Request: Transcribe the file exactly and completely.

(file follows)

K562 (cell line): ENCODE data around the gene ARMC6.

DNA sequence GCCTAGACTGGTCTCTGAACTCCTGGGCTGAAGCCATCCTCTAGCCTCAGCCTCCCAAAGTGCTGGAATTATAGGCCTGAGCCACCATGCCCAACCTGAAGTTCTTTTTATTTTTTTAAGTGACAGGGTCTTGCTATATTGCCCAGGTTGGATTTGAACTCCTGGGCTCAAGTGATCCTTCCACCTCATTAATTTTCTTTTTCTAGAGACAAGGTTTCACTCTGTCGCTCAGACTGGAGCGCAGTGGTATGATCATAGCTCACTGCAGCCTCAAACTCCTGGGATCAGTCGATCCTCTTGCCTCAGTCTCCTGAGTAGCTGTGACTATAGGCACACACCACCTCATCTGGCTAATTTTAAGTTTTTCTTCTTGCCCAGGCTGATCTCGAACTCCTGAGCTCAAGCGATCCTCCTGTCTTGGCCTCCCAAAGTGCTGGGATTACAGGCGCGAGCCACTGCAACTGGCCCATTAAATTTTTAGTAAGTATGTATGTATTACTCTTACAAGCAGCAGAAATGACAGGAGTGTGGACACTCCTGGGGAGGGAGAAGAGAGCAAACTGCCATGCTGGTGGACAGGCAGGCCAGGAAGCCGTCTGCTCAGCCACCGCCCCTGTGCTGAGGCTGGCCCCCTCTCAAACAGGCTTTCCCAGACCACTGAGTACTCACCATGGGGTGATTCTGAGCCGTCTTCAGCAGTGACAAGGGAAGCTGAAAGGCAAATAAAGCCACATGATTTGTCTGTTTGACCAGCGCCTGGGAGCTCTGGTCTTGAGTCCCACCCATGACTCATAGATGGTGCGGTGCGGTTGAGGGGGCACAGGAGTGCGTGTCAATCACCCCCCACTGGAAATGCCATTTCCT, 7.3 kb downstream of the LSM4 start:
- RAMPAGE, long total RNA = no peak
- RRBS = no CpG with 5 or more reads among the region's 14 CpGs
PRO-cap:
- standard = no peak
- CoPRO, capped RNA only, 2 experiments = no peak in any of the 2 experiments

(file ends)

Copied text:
K562 (cell line): ENCODE data around the gene ARMC6.

DNA sequence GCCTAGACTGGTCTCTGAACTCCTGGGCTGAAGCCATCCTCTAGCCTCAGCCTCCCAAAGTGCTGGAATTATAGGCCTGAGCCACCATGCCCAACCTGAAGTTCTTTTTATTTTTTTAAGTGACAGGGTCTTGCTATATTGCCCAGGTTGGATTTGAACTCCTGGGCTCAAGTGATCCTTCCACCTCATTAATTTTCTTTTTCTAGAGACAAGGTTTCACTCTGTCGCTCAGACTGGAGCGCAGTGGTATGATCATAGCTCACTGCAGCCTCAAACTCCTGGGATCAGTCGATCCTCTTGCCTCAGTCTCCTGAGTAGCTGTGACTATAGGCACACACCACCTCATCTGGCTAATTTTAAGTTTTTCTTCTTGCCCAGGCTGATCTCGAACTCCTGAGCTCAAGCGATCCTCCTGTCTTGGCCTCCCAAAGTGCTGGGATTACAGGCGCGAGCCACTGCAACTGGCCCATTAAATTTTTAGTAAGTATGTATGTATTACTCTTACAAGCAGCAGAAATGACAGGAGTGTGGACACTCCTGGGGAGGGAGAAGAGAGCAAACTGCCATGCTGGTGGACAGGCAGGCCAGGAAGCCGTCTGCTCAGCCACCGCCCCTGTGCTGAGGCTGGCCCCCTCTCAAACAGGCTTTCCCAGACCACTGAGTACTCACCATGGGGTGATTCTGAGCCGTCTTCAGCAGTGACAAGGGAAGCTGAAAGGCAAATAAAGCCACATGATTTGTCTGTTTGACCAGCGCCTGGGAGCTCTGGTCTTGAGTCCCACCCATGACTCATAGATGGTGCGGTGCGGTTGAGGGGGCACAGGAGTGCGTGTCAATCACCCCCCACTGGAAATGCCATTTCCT, 7.3 kb downstream of the LSM4 start:
- RAMPAGE, long total RNA = no peak
- RRBS = no CpG with 5 or more reads among the region's 14 CpGs
PRO-cap:
- standard = no peak
- CoPRO, capped RNA only, 2 experiments = no peak in any of the 2 experiments